Wular Lake

Wular Lake in Kashmir is beauty personified that mere words cannot describe as one must witness the scenic beauty of this lake, in person, to believe its existence. Also spelled as Wullar Lake, it is one of the largest freshwater lakes in Asia, nestling within the district of Bandipore in the State of Jammu and Kashmir.

The Wular Lake basin was created as a result of massive tectonic activity that occurred centuries ago and is fed by the River Jhelum. The size of Wular Lake varies from 12 sq. miles to 100 sq. miles depending on the monsoon season. Recently, in September 2011, the Tourism Department of J&K launched Boating facilities and water sports like water skiing, in collaboration with the Kerala Tourism Department of the Government of India.

Historically, Wular Lake was known by the name of ‘Mahapadamsar’ and as ‘Bolor’ by Al-Biruni, between 960 AD and 1031 AD, while its name according to Nilamata Purana is Mahapadmasaras. The name originated due to the Lake giving rise to high leaping waves, seen during the afternoons, caused as a result of its vast dimensions and heavy volume of water. This effect was referred to as Ullola in the Sanskrit language, which means ‘Stormy Leaping and High Rising Waves’.

Over the centuries, the name of the Lake, then known as ‘Ullola’, transitioned to ‘Bolor’, as mentioned by Al-Biruni and centuries later, the name Bolor transitioned into ‘Wulor’, followed by ‘Wular’ or ‘Wullar’, as we know today. Another version states that the origin of the name of this Lake can be attributed to ‘Wul’, a Kashmiri word, which means ‘Gap’ or ‘Crevice’, an abbreviated title that must have emerged during this century, indicating its origin to a fissure that was created to allow the flow water into the Wular Lake basin, mainly fed by the Jhelum River.

Wular Lake is considered as one of the 6 main Indian wetlands that are designated as a Ramsar site of the Ramsar Convention on Wetlands of International Significance. Wular Lake does face environmental threats with a large part of its catchment area seen converted into an agriculture land, giving rise to water pollutions from animal wastes and fertilizers, waterfowl and migratory birds hunting activities including infestation of weed growth in the lake itself.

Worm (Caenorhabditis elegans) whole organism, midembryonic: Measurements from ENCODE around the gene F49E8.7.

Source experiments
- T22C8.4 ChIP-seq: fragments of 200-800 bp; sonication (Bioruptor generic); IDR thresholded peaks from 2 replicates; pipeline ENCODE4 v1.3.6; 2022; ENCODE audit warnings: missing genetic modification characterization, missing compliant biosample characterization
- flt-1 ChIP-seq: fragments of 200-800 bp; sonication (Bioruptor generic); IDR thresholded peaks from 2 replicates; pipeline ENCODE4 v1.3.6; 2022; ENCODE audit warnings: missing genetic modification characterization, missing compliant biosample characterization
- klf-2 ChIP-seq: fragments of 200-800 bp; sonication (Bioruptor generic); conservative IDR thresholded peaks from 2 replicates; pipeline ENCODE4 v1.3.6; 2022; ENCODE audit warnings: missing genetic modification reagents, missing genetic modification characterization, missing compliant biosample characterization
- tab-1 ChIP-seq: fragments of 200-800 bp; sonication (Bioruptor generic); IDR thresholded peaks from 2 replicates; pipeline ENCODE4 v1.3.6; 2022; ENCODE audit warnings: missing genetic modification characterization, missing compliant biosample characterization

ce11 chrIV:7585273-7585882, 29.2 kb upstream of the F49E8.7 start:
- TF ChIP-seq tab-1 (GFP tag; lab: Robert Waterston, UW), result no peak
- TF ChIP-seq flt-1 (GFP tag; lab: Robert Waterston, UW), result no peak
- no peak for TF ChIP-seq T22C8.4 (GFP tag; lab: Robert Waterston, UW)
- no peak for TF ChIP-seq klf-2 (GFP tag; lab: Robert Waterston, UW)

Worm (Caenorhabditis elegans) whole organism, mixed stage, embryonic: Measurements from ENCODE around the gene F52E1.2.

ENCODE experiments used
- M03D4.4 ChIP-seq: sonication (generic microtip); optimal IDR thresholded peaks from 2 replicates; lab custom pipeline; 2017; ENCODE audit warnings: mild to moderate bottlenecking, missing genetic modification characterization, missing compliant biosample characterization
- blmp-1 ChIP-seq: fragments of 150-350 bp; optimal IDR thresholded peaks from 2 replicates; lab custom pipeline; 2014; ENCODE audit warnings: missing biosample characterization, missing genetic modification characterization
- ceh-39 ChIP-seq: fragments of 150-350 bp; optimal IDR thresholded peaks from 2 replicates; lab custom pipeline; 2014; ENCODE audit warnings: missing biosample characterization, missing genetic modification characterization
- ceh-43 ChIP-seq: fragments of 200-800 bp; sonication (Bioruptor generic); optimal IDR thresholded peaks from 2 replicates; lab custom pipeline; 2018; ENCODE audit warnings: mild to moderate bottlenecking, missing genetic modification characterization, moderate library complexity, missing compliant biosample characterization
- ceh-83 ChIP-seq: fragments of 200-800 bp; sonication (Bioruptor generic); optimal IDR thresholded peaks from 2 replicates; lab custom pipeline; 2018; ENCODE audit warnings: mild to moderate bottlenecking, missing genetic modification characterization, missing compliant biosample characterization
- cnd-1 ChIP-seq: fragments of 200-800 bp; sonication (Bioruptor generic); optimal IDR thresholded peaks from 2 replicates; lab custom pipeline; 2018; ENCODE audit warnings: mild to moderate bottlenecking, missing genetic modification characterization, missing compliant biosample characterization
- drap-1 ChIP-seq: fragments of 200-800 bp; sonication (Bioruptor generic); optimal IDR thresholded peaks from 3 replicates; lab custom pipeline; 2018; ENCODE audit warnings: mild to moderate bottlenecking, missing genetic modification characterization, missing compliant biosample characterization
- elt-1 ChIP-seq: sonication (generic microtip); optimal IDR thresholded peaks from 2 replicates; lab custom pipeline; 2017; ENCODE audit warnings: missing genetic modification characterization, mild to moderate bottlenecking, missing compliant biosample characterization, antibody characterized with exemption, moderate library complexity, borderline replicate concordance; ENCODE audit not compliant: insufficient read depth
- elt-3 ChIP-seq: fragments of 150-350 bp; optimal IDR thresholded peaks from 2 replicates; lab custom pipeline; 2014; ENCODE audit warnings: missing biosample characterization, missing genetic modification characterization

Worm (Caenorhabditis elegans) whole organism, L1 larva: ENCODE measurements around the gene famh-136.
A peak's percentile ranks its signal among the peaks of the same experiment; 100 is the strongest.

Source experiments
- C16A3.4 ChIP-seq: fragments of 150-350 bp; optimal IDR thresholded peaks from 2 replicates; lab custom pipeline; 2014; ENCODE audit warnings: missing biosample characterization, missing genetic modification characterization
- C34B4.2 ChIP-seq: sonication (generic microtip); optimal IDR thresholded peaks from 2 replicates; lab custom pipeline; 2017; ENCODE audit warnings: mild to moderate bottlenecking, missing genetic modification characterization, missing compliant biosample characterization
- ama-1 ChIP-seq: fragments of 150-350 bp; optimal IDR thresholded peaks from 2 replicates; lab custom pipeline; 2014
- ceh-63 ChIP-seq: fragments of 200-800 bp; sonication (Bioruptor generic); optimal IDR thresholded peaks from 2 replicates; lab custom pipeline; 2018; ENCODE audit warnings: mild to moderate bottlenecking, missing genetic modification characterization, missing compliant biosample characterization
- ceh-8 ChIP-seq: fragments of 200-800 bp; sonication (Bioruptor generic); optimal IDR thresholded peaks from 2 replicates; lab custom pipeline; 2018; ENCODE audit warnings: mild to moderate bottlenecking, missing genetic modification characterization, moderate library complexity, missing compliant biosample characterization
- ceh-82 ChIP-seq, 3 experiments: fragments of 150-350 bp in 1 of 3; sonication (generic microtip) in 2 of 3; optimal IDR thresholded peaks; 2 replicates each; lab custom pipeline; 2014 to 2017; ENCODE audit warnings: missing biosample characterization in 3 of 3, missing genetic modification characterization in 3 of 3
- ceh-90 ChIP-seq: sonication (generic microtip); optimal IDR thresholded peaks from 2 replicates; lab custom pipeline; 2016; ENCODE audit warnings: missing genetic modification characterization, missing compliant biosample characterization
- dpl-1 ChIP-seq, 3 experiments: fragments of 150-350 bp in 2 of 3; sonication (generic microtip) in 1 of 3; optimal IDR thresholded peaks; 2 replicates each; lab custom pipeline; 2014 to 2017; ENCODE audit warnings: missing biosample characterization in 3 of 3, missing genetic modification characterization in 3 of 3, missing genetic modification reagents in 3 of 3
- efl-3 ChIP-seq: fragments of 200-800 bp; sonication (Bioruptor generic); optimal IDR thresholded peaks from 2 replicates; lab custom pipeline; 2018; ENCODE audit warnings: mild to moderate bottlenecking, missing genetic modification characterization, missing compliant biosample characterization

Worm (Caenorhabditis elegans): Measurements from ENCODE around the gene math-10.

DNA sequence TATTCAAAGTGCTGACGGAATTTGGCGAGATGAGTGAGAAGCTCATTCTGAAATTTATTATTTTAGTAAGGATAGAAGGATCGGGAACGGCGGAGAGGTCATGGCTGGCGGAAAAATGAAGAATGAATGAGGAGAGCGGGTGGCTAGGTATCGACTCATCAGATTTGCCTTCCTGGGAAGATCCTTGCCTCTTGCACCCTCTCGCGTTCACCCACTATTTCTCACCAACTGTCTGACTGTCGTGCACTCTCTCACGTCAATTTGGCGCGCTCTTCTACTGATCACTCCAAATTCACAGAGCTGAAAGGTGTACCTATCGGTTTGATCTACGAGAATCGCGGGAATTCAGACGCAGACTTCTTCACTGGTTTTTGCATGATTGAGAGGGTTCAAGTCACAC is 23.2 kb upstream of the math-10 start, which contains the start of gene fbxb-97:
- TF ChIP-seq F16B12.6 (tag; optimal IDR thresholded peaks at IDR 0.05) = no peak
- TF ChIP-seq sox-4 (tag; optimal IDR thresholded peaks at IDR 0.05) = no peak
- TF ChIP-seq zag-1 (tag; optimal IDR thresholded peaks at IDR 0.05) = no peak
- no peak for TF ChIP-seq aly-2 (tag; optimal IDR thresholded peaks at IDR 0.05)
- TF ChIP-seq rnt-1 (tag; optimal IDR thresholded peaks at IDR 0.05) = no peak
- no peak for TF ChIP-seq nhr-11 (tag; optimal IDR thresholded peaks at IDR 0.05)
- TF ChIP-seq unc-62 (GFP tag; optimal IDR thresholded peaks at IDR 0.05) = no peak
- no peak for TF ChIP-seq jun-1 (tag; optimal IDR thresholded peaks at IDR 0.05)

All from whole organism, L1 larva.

Wular Lake forms an integral part of the aquatic habitat, featuring main species like the Common Carp [Cyprinus Carpio], Crossocheilus Latius, Mosquitofish [Gambusia Affinis], Nemacheilus Species, Rosy Barb [Barbus Conchonius], and varied Snow trout species identified as the Chirruh Snowtrout [Schizopyge Esocinus], Chush Snowtrout [Schizopyge Niger], Sattar Snowtrout [Schizopyge Curvifrons], Schizothorax Longipinus, Schizothorax Macropogon, and the Schizothorax Planifrons.

Fishing at Wular Lake offers a significant amount of fish, as a part of the daily diet for many locals residing on its shores and within the Valley of Kashmir. Over 8,000 fishermen earn their livelihood from Wular Lake, who primarily fish for endemic snowtrout species and the non-indigenous carp species. Fishing captures about 60% of the total fish-catch yield in Kashmir Valley whereas Cooperative Societies employ a number of other local villagers to trade the fish-catch. Villagers also harvest plants including Nymphoides and Grass Phragmites from the Wular Lake to be used as animal fodder.

Wular Lake also sustains a rich bird population including terrestrial birds such as the Alpine Swift, Black-Eared Kite, Blue Rock Pigeon, Chukar Partridge, Common Swallow, Cuckoo, Golden Oriole, Himalayan Golden Eagle, Himalayan Woodpecker, Hoopoe, Kashmir Roller, Koklass Pheasant, Monal Pheasant, Short-Toed Eagle, Small Cuckoo, and Sparrow Hawk [probably], and many other species.

Wular Lake is truly inspiring to watch with every mile showcasing a change in the hues of its waters, which is mesmerizing yet a unique and intriguing sight to see apart from controlling the flow of the Jhelum River traversing through it.

A town called ‘Sopur’ – situated on the southwestern shore, and a small Island of Zaina Lank – situated to the northeastern shore of the Wular Lake comprises of remnants dating back to the 15th Century. It is known that Sultan Zain-ul-Abidin, who once reigned over J&K, can be accredited for the construction of this artificial Zaina Lank Island, way back in 1444 AD, situated at the heart of Wular Lake, a must-visit for all tourists vacationing in Jammu & Kashmir, India.

Lakes of Kashmir